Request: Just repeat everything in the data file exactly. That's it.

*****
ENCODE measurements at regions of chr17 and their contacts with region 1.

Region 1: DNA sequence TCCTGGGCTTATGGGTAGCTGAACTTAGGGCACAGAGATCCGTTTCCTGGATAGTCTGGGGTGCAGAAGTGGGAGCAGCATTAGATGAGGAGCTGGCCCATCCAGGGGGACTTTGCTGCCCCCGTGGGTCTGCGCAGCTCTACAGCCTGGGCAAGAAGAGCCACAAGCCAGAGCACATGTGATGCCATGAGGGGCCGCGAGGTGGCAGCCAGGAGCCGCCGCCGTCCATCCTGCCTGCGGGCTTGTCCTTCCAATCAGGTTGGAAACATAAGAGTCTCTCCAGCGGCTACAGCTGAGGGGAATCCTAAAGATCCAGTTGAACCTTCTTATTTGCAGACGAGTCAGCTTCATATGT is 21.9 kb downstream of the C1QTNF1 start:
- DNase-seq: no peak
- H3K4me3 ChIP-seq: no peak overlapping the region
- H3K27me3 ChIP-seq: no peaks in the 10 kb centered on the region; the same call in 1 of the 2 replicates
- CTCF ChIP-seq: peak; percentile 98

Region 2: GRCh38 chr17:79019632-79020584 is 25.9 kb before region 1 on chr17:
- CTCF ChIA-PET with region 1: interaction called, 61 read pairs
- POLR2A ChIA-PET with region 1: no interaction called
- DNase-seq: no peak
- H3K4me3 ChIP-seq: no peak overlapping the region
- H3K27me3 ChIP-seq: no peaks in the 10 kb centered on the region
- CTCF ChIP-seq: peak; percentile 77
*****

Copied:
ENCODE measurements at regions of chr17 and their contacts with region 1.

Region 1: DNA sequence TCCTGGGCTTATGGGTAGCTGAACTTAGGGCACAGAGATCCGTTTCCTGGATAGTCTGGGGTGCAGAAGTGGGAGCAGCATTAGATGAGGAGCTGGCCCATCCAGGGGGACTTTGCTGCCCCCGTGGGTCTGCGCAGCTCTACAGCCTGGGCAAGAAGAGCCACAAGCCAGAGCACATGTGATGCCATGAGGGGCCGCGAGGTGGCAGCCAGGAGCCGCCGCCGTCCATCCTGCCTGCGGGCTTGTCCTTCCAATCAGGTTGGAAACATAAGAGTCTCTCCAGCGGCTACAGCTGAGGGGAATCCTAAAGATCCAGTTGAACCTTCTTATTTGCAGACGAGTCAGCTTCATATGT is 21.9 kb downstream of the C1QTNF1 start:
- DNase-seq: no peak
- H3K4me3 ChIP-seq: no peak overlapping the region
- H3K27me3 ChIP-seq: no peaks in the 10 kb centered on the region; the same call in 1 of the 2 replicates
- CTCF ChIP-seq: peak; percentile 98

Region 2: GRCh38 chr17:79019632-79020584 is 25.9 kb before region 1 on chr17:
- CTCF ChIA-PET with region 1: interaction called, 61 read pairs
- POLR2A ChIA-PET with region 1: no interaction called
- DNase-seq: no peak
- H3K4me3 ChIP-seq: no peak overlapping the region
- H3K27me3 ChIP-seq: no peaks in the 10 kb centered on the region
- CTCF ChIP-seq: peak; percentile 77